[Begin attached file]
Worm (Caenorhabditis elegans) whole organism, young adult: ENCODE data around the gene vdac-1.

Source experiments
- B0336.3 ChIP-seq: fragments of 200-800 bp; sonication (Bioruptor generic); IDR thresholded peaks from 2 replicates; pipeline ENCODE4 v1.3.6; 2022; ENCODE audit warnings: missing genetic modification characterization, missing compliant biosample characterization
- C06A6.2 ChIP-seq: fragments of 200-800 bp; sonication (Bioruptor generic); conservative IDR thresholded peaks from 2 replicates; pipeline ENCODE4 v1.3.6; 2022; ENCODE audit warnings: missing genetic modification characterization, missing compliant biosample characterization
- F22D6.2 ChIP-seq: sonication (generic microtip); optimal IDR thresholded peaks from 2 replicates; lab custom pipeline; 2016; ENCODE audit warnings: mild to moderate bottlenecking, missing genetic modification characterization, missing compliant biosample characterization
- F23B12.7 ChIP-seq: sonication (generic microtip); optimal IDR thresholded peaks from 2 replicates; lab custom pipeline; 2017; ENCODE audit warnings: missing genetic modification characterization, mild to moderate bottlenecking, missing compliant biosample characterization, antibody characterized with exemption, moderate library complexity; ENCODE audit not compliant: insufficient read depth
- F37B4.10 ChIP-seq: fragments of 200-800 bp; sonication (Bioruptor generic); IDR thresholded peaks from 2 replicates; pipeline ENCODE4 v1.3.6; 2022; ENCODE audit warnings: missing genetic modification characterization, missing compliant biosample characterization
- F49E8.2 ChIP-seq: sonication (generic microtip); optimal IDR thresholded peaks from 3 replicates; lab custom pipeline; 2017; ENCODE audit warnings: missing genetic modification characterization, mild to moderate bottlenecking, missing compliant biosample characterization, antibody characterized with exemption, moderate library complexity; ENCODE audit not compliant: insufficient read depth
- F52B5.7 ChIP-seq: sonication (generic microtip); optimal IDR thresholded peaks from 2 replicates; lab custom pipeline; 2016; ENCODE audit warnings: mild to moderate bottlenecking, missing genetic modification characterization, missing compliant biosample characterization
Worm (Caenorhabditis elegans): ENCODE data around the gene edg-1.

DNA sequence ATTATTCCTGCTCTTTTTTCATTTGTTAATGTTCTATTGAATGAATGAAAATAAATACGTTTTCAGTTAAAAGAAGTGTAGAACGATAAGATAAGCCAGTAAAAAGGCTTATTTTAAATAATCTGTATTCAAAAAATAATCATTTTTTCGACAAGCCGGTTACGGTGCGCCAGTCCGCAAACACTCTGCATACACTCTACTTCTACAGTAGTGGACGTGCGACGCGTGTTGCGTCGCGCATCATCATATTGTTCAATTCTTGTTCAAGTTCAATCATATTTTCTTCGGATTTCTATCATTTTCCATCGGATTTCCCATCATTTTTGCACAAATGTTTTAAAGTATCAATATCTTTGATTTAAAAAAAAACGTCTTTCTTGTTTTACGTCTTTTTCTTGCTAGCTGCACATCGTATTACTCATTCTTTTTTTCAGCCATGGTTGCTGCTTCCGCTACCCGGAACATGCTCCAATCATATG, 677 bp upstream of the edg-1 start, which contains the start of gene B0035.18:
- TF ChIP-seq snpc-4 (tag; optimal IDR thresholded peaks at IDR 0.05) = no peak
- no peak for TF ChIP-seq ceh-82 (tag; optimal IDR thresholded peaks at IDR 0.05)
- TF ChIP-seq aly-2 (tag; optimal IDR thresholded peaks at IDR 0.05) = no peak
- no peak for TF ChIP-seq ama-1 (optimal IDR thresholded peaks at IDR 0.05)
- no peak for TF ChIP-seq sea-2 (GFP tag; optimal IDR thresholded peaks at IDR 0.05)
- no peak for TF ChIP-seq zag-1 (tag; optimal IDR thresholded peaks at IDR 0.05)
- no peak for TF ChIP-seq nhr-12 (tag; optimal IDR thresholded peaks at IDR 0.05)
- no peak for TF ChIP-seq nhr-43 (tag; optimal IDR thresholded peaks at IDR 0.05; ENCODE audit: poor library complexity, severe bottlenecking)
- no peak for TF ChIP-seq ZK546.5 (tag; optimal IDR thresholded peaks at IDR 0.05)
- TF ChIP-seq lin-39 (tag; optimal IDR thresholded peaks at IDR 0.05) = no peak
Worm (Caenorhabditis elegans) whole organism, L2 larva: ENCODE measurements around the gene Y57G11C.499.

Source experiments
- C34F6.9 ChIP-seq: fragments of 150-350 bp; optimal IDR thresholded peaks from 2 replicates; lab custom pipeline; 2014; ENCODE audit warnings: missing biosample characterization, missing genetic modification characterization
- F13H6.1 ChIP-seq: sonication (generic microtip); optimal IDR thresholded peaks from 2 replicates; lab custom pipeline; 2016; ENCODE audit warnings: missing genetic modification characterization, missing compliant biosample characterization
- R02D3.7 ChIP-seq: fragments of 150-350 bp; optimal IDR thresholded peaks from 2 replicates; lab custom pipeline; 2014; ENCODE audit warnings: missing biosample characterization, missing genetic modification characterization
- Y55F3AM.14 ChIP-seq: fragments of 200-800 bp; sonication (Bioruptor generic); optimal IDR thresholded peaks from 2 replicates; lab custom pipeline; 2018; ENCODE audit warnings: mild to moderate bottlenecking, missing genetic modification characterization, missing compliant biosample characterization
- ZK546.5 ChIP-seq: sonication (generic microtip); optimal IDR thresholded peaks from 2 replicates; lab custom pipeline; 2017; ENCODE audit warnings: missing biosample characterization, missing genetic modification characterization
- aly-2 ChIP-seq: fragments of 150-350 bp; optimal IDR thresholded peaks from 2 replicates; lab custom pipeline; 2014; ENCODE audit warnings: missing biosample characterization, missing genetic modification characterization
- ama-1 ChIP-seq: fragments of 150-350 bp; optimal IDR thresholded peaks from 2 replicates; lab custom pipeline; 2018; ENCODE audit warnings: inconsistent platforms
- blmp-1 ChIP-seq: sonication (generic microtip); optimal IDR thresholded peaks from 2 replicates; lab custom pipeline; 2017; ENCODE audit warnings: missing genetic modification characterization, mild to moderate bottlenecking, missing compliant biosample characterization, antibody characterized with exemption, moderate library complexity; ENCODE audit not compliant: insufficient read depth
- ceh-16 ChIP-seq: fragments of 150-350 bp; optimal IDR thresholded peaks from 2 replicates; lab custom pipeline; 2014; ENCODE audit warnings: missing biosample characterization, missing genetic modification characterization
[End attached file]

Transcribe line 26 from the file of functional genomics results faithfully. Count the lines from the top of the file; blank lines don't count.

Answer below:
- R02D3.7 ChIP-seq: fragments of 150-350 bp; optimal IDR thresholded peaks from 2 replicates; lab custom pipeline; 2014; ENCODE audit warnings: missing biosample characterization, missing genetic modification characterization